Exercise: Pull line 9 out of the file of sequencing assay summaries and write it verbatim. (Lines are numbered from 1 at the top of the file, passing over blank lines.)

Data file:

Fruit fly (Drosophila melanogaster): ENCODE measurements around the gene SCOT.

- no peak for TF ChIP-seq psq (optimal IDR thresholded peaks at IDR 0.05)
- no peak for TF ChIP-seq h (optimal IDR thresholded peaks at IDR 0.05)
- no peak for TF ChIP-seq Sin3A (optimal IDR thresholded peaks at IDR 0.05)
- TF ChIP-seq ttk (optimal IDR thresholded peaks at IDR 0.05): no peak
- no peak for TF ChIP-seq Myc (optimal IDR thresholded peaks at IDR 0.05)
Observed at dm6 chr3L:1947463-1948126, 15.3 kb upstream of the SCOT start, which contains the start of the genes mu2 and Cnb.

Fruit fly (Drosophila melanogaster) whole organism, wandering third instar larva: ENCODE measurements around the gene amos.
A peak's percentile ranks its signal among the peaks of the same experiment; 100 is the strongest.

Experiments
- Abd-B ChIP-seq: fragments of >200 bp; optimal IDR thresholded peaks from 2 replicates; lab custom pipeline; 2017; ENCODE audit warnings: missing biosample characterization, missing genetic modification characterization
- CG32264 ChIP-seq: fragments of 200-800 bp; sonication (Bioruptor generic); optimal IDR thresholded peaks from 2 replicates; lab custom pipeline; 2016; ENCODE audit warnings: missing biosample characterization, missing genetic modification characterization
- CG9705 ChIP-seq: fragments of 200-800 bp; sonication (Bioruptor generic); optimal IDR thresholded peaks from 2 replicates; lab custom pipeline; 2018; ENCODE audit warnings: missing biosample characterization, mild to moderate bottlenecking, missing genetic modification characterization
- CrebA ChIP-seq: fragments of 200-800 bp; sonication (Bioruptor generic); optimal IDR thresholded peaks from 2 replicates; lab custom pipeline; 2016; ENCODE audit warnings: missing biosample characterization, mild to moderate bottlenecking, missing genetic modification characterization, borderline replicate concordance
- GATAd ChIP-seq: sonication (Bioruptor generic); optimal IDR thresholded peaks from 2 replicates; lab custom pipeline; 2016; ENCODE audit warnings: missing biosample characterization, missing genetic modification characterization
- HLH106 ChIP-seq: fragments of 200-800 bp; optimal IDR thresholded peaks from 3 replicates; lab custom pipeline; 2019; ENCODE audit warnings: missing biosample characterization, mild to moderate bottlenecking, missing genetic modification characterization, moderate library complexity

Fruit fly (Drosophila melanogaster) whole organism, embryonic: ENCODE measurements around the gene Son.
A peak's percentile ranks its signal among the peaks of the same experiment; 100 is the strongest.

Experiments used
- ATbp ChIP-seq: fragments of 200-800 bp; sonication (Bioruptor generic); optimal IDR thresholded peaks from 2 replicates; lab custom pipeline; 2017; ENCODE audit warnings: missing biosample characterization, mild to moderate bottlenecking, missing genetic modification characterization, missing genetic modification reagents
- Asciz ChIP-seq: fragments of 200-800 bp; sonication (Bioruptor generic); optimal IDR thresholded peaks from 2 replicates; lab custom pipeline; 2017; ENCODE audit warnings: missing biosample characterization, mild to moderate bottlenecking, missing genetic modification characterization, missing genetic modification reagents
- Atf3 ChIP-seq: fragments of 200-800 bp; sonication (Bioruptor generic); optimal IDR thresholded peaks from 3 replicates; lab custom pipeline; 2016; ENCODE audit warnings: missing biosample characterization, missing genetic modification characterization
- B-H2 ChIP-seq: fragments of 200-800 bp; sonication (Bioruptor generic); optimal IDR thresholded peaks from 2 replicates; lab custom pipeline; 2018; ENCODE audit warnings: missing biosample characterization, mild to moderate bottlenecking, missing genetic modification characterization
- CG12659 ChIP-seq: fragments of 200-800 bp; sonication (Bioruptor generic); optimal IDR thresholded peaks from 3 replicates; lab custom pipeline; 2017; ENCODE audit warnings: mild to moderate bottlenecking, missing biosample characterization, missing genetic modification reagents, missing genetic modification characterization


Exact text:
A peak's percentile ranks its signal among the peaks of the same experiment; 100 is the strongest.